Bacterial Vaginosis

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Bacterial vaginosis (BV) is a common condition in which the balance of bacteria inside the vagina becomes disrupted.

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Bacterial Vaginosis

What is Bacterial Vaginosis

Bacterial vaginosis (BV) is a very common cause of an abnormal vaginal discharge.

Those with BV have an imbalance among the normal bacteria that are usually found in the vagina.

It is not a sexually transmitted infection (STI) and can be easily treated with antibiotics.

The vagina normally contains mostly ‘good‘ bacteria (called lactobacilli) which keep the vaginal fluid mildly acidic, and fewer ‘bad’ bacteria (called anaerobes).

BV develops when there is an increase in the number of ‘bad’ bacteria and the chemistry of the vaginal fluid is disturbed and becomes more alkaline.

How could I get BV?

It is unclear what leads to these changes in the levels of bacteria that cause BV.

BV isn’t classified as a sexually transmitted infection (STI), but you’re at a higher risk of developing the condition if you’re sexually active. There’s evidence that having BV can make you more at risk of catching STIs such as chlamydia. This is possible because the change in bacteria levels inside the vagina reduces the protection against infection.

If you have BV you may be able to pass the condition to sexual partners if they have a vagina, although it’s not clear how this happens. There’s no evidence to suggest the bacteria causing BV can affect male sexual partners.

There are also a number of other factors that can increase your risk of developing BV, including:

  • using scented soaps or bubble baths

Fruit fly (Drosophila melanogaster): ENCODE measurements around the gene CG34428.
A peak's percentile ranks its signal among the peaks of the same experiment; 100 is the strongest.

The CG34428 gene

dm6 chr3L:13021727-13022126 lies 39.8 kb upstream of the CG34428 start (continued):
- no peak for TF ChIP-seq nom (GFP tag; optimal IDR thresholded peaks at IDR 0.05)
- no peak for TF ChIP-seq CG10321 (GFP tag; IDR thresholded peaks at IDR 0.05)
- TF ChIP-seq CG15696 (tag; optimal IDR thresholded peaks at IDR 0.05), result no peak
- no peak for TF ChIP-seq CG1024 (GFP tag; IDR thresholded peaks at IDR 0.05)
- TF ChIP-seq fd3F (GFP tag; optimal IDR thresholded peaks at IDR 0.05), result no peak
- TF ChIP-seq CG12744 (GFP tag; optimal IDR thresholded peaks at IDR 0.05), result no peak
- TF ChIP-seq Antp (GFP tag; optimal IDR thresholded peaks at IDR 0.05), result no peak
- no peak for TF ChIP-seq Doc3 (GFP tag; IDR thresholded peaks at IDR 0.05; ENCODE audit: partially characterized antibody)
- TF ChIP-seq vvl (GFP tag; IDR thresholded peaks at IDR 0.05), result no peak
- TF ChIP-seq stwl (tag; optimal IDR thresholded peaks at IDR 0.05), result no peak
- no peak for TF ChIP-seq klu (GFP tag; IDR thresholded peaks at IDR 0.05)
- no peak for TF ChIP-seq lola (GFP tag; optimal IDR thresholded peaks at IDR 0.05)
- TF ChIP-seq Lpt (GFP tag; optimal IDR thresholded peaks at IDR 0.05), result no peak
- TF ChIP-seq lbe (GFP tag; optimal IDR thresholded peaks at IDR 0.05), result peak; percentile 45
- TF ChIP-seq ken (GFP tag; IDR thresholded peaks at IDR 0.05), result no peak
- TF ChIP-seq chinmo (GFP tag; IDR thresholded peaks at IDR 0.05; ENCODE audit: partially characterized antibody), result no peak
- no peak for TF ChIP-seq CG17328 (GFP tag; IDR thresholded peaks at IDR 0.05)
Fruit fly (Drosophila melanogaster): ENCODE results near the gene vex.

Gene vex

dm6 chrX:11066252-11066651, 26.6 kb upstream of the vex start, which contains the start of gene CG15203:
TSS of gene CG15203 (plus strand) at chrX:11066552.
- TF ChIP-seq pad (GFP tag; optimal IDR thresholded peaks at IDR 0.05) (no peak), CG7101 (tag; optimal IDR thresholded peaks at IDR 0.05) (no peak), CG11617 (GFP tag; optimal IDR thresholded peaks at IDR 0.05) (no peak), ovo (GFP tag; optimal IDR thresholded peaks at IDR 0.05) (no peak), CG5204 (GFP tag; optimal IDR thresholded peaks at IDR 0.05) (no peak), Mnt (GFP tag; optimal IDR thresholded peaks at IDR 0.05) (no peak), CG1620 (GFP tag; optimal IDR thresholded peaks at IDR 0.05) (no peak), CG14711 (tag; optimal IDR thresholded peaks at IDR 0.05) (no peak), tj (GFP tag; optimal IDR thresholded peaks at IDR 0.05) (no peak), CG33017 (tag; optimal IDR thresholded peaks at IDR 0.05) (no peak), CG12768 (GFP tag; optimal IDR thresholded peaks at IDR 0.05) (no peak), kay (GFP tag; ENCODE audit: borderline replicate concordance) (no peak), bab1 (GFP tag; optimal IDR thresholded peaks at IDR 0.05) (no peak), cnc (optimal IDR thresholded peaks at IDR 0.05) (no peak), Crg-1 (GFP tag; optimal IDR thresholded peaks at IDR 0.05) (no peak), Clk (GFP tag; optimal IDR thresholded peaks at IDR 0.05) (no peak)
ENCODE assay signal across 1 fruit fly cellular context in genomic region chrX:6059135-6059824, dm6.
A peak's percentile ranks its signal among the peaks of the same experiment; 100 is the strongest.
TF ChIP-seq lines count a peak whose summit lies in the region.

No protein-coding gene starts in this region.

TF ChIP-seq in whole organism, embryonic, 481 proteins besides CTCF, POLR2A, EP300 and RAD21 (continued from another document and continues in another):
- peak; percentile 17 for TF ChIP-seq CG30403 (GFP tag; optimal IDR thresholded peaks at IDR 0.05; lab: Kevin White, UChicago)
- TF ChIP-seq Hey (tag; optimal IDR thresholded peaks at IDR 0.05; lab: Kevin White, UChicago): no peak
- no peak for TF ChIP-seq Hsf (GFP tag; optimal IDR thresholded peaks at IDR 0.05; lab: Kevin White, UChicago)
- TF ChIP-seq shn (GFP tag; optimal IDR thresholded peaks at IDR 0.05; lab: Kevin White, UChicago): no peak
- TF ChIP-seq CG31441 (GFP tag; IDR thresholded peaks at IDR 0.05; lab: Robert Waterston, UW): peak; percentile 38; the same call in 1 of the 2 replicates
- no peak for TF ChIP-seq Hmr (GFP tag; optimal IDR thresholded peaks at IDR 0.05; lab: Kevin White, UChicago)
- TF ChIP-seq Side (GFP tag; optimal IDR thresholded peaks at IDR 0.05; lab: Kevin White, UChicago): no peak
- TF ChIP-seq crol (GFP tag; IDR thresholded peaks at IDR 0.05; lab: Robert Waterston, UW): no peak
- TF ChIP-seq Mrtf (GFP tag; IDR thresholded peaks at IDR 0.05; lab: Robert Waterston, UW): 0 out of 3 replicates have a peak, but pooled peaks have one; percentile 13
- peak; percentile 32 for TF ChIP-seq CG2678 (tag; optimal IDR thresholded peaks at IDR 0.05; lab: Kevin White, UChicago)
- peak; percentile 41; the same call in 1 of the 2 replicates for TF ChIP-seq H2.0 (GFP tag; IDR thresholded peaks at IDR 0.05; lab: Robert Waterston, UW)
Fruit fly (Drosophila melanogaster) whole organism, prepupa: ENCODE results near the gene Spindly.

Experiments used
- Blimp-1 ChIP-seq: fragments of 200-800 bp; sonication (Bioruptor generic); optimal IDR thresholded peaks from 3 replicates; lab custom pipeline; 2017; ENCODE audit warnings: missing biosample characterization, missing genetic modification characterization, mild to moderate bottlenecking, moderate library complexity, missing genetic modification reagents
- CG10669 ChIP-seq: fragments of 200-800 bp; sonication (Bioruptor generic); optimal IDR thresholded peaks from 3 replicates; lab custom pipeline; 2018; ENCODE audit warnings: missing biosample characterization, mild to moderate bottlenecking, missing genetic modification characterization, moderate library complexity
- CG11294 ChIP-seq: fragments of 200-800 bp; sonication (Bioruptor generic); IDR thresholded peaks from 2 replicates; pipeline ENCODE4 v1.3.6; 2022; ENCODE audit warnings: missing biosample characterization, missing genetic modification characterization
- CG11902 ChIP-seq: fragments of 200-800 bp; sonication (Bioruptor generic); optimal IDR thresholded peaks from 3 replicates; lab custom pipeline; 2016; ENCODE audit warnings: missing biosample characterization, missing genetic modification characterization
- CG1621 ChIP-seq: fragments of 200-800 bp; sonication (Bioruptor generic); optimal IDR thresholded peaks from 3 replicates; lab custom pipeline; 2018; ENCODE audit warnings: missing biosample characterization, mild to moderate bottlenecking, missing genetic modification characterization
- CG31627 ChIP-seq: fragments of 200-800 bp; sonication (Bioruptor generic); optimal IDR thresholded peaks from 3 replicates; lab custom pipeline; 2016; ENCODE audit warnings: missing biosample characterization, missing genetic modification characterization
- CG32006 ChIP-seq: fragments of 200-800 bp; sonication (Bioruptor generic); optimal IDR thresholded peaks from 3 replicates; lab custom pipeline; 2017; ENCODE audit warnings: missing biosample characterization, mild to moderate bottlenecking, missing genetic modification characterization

• having an  intrauterine device (IUD) fitted
  • using vaginal deodorant

BV is more common in women who use a coil for contraception and those who perform vaginal douching (cleaning out the vagina).

How can I avoid getting BV?

The causes of BV aren’t fully understood, so it’s not possible to prevent it completely. However, you may be able to lower your risk of developing the condition if you:=

  • Avoid using scented soaps, perfumed bubble bath and antiseptic bath liquids
  • Avoid using vaginal deodorant
  • Avoid vaginal douching
  • Avoid using strong detergents to wash your underwear
  • Use condoms when having penetrative sex, either by penis or sharing sex toys or by using dams if having oral sex

What are the symptoms?

Vaginal soreness or itching does not usually occur although there is often a vaginal discharge. The discharge may:

  • Develop a strong fishy smell, particularly after sexual intercourse
  • Become white or grey
  • Become thin and watery

Around half of those with BV show no symptoms.

How is it treated?

Visit a sexual health clinic (we run specific LBTQ clinics) if you notice any abnormal discharge from your vagina (especially if pregnant). It’s essential to get this checked to rule out other infections and prevent complications.

BV can usually be successfully treated using a short course of antibiotic tablets or an antibiotic gel you apply inside your vagina.

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